Collaborative divorce is an alternative to divorce court that provides you with the security of having your own attorney while still allowing you to work with your spouse to reach an agreement on the issues in your divorce.
In a collaborative divorce (also called collaborative law, or collaborative practice) you and your spouse each hire specially trained collaborative attorneys who advise and assist you in negotiating a settlement that covers how to divide your property, amounts of spousal and child support, if any, and how you’ll share parenting responsibilities.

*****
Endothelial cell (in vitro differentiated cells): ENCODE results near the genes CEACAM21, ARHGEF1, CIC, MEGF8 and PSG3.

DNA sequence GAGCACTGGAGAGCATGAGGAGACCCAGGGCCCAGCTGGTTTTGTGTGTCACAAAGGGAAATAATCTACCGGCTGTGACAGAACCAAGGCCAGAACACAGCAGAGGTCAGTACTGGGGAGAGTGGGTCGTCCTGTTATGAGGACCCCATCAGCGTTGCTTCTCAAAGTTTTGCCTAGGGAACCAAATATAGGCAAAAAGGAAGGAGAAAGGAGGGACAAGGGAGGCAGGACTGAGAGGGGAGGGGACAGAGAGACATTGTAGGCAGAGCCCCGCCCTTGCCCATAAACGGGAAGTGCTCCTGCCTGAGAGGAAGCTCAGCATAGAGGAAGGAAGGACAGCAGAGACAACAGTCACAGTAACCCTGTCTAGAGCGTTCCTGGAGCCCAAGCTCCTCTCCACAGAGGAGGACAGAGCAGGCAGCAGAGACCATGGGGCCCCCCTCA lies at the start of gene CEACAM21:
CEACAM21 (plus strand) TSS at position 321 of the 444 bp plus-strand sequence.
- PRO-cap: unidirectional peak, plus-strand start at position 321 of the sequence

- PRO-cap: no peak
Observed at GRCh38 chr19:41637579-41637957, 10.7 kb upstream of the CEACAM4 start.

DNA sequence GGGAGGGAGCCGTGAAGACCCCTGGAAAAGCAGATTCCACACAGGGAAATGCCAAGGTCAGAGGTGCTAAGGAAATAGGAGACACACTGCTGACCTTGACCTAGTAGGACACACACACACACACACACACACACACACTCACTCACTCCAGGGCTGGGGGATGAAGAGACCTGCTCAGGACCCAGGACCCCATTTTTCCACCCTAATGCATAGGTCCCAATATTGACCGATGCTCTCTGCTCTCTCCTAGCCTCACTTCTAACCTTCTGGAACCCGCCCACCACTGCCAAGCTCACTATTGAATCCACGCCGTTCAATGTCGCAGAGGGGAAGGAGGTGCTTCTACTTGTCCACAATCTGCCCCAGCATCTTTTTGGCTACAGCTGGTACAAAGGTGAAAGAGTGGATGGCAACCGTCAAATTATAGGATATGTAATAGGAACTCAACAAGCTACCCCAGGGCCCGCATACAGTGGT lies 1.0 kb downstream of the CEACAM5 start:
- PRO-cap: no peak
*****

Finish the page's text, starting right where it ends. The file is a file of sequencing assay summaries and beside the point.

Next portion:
As part of a collaborative divorce, both spouses and their attorneys sign a “no court” agreement that says you’ll all work together to settle the case, and if you can’t, the attorneys will withdraw from the before it goes to court. This requires each of you to find new attorneys and start over, so it’s a powerful incentive to reach an agreement. A collaborative divorce may also involve other professionals, such as child custody specialists or neutral accountants, who are committed to helping you settle your case without litigation.